Barriers to access
While the TPPRA states that it provides ‘protection of rights of transgender persons and their welfare’, many trans rights advocates were far from celebrating when it was passed – some even protested against it. It’s argued that the Act leaves trans people open to abuse and discrimination, partly thanks to the process involved in getting an ID.
‘You’re basically putting a lot of burden on trans people and adding a lot of bureaucratic layers and red-tapeism,’ Delhi-based researcher Ajita Banerjie told US media organization NPR.
It’s also taking months for the IDs to be issued to applicants; there should be a turnaround time of 30 days. According to the NPTP, only 11,159 transgender IDs have been issued as of 7 March 2023 – a tiny percentage of the total trans population which is likely to exceed the 1.9 million estimated in a 2011 survey, and short of the half a million estimated in the 2011 Census.
For Sharma, who has been waiting more than four months for his ID, the delays have affected his return to education. Until he gets it he isn’t able to change the name on his school documents and take his secondary school exams.
Often the delays in processing a trans ID are due to the office of the District Magistrate, responsible for its issue, not following the procedure laid out in the TPPRA Rules and demanding extra proof of identity. This may require the applicant to travel back to the school or home they might have fled, at the risk of facing abuse, transgender activist Grace Banu explains.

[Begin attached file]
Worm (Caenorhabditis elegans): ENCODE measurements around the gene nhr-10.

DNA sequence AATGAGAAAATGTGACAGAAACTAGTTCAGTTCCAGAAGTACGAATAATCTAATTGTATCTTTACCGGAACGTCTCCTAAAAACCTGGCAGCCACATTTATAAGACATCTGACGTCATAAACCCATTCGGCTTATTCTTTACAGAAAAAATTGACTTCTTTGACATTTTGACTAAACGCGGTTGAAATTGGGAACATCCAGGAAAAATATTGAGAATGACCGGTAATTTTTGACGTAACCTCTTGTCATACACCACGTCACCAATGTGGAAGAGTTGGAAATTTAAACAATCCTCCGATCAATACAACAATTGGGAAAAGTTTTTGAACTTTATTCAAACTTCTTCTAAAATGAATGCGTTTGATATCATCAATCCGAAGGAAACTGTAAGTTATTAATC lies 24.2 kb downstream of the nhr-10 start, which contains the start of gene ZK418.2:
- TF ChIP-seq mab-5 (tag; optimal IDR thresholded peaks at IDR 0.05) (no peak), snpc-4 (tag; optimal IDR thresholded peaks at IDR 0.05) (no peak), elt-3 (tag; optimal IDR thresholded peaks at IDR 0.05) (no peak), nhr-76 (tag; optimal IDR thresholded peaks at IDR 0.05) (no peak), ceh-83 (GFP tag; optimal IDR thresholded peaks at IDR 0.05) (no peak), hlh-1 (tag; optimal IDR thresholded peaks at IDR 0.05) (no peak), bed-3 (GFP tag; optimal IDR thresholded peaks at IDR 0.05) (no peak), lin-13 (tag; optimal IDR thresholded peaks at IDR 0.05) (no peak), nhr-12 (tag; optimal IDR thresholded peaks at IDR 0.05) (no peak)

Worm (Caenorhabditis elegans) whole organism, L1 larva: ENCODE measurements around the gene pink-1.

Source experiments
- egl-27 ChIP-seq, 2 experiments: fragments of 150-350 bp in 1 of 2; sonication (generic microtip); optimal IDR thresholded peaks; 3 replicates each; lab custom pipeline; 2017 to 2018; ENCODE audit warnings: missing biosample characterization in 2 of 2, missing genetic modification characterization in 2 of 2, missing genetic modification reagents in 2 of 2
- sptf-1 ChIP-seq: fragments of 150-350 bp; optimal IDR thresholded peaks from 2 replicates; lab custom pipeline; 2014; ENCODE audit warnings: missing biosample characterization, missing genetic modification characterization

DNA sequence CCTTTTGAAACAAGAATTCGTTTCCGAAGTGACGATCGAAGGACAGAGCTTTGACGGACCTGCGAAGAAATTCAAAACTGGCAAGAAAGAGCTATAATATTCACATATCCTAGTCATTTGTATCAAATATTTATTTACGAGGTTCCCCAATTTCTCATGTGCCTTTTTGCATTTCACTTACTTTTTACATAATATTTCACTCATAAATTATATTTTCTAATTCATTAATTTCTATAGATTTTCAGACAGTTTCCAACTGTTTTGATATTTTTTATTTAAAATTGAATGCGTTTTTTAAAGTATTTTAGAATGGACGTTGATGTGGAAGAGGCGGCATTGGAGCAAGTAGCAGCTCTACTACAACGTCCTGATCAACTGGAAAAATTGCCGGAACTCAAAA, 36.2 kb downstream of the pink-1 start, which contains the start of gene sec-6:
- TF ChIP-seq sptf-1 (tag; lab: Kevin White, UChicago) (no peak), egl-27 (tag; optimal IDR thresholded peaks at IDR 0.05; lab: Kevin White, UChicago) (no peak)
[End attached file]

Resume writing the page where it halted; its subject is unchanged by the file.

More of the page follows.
In Banu’s experience, even the lawyers preparing self-identification affidavits often ask for a bribe or just avoid working for transgender people altogether. ‘If only trans persons were hired in government offices, there would be more awareness and less stigma about our existence,’ Banu says.
Easy on abusers
The TPPRA is out of step with the rest of Indian law when it comes to crimes against trans people. According to TPPRA, perpetrators of such crimes, including sexual assault, can be fined and imprisoned for six months to two years.
By contrast, the Indian Penal Code – which doesn’t yet include trans people – has a much longer punishment for sexual abuse. For the rape of women by men, as well as the assault of men by men, the potential penalty is at least 10 years in prison, extendable to a life sentence – plus a fine.
Furthermore, it seems that those most likely to attack trans people are the ones whose job should be to protect them. A 2016 study conducted with 60,000 transgender participants, across 17 states, found that the greatest perpetrators of violence against them were police and law-enforcement officials.
Healthcare is another area of discrimination. As Aqsa Shaikh, a Delhi-based transgender doctor and activist explains, the TPPRA originally mandated a proof of surgery in order to obtain a trans ID, but it didn’t state which type of operation. ‘Not everyone can afford surgery, and many may choose not to,’ Shaikh says.
The TPPRA Rules changed the wording from ‘surgery’ to ‘medical intervention’, but since the law prevails over the Rules, the government officials often still ask for proof of surgery.
Last August, the Ayushman Bharat TG Plus scheme was launched, providing insurance cover of 500,000 rupees ($6,000) annually to a transgender ID holder to cover all aspects of transition-related healthcare. Due to a scarcity of medical expertise, some surgeons get away with new experimental surgical procedures as their transgender clients are not aware of the risk.
‘Most trans people have to rely on private, expensive, often substandard quality facilities for sex-reassignment,’ adds Shaikh.
Transphobia in India has a complicated history. Historian Jessica Hinchy, an assistant professor at the Nanyang Technological University, Singapore, argues that much of the discrimination experienced by transgender people has colonial roots.